J.S. (Nik) Gravenstein, after ten years of dedicated service, is retiring from membership on the APSF Board and Executive Committee. Nik is clearly one of the most remarkable persons that I have ever known; his resignation resulted from his strong belief that it is time to replace him with someone younger and full of fresh ideas. While the other members of the Executive Committee acquiesced to his determination to retire, they clearly did not accept his comments that a younger, newer member would provide more input. In short, Nik has been a real idea man throughout the life of the Anesthesia Patient Safety Foundation.
He was born in Berlin and served during World War II in the German Navy, as a medical corpsman. It is interesting to note that in 1939 he lived with an aunt in the United States attending high school in Ohio, where he was at the time of the outbreak of World War II. He returned to Germany in early 1940.
When he was mustered out of the Navy, Berlin, of course, had been destroyed and Nik had no family there. Fortunately for anesthesiology, a German physician with whom he had worked in the Navy returned to practice in Bonn and befriended Nik in the immediate post-war period, helping him to matriculate at the University of Bonn Medical School. He was graduated in 1951. He then did an anesthesia residency in Basel, where in 1952 he met Harry Beecher, then Isiah Dorr Professor of Research & Teaching in Anaesthetics & Anaesthesia at Harvard. Dr. Beecher urged him to come to the Massachusetts General Hospital and this Nik did. He was, possibly, the only fully licensed physician that Harvard ever had as a medical student when Nik decided to add an American medical school education (Class of ’58) to his background.
Shortly thereafter, he was invited to be the first Chief of Anesthesiology at the new University of Florida College of Medicine, Gainesville, where he remained, in that position, until 1969.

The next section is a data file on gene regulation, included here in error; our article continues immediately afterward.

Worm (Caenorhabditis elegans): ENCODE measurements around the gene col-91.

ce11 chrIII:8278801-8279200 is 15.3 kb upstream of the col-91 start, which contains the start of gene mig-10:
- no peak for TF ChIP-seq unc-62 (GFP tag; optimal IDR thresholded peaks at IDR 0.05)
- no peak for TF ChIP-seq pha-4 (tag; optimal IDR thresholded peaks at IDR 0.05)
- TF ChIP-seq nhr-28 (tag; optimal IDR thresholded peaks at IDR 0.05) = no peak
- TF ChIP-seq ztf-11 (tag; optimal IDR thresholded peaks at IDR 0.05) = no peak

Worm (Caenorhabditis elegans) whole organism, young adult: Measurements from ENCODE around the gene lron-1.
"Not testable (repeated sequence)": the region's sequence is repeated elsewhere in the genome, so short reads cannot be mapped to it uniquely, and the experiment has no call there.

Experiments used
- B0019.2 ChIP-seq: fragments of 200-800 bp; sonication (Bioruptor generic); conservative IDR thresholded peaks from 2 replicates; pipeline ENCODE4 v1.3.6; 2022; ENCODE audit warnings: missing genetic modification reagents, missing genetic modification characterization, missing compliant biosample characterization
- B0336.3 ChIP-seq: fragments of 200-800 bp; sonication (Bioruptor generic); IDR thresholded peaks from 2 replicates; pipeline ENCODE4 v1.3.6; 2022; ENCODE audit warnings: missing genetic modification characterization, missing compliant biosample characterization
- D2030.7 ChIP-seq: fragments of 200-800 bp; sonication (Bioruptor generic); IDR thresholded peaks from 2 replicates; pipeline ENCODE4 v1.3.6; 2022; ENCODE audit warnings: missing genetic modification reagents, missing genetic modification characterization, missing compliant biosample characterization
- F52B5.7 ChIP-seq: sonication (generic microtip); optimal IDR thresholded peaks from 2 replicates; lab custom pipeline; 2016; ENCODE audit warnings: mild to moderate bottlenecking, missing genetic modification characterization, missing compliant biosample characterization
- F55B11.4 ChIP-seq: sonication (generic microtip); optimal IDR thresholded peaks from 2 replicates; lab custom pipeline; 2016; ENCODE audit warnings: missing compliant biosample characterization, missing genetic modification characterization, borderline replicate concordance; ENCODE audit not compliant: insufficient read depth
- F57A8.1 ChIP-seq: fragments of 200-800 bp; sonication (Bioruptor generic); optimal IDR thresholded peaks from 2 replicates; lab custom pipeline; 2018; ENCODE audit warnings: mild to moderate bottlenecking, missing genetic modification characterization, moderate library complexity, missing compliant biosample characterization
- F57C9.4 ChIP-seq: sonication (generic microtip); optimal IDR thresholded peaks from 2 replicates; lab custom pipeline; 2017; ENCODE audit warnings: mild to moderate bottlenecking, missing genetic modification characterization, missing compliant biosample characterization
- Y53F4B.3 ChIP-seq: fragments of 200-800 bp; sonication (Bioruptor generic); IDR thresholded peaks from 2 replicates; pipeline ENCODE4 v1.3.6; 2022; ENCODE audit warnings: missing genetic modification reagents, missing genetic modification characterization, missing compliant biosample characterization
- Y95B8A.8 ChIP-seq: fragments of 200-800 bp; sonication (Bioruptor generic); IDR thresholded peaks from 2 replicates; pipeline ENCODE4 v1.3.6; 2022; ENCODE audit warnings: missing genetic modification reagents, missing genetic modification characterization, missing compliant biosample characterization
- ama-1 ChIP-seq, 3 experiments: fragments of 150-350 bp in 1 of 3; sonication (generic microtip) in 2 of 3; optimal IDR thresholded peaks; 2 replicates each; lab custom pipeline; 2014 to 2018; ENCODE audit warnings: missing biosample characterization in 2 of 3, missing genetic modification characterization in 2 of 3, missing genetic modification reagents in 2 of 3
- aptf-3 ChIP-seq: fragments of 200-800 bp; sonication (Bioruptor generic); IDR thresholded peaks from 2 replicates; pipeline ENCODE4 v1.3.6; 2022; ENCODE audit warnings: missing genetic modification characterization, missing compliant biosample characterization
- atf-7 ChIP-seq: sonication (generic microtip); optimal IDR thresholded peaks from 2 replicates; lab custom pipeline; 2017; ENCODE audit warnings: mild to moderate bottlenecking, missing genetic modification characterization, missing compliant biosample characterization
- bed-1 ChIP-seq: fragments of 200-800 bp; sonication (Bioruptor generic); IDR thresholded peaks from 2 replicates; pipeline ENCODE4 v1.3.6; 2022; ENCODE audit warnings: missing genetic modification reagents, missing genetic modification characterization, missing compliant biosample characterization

For the succeeding ten years he was Director of Anesthesiology at University Hospital of Cleveland and Professor at Case Western Reserve. He then returned to Gainesville as Graduate Research Professor in Anesthesia, where he is today.
His bibliography is extensive, as is his list of eponymous and other invited lectures all over the world. He has been instrumental in promoting development of understanding of monitoring in anesthesia, especially in the technological areas of capnography and pulse oximetry. His knowledge in this area has been the subject of numerous publications, including his book with David Paulus entitled Clinical Monitoring Practice. Among his many honors was a Doctor of Medicine, Honoris Causa, granted by the Graz Medical School in Austria.
Nik is a calm and collected person, never upset or excited. He promotes safe anesthesia and the advancement of knowledge in the field with little effort. He has assisted many members of his department at Gainesville in directions of note, especially in the development of the Gainesville Simulator and its current extensive utilization.
In his last letter to me, commenting on his resignation, Nik made some strategic points. He noted that safety in anesthesia is still a very big issue because it truly is not as safe as it is made out to be. In this issue of the APSF Newsletter you can see his thoughts on this subject.
He further noted that the overwhelming clamor for cost reduction has drowned out much talk about safety. APSF should be the standard bearer in this discussion.
In looking at specific points to be pursued, he listed examination of safety and cost containment, evaluation of the patient safety research activities (especially in view of the expected economic strictures), establishment of working groups to examine factors that define the forces at work when new drugs or instruments are brought to market, and lastly examination of personnel and training and the importance of teamwork in anesthesia and surgery. Clearly these thoughts are of strategic importance when we continue to examine our goals.
Nik and his wife, Alix, have eight children, three of whom have gone into medicine and one into veterinary medicine. In all of my career, I have not met a greater gentleman who has contributed more to the specialty of anesthesia than Nik Gravenstein. His retirement from the APSF Board and Executive Committee is a significant loss. We wish him well.
Ellison C. Pierce, Jr., M.D. President, APSF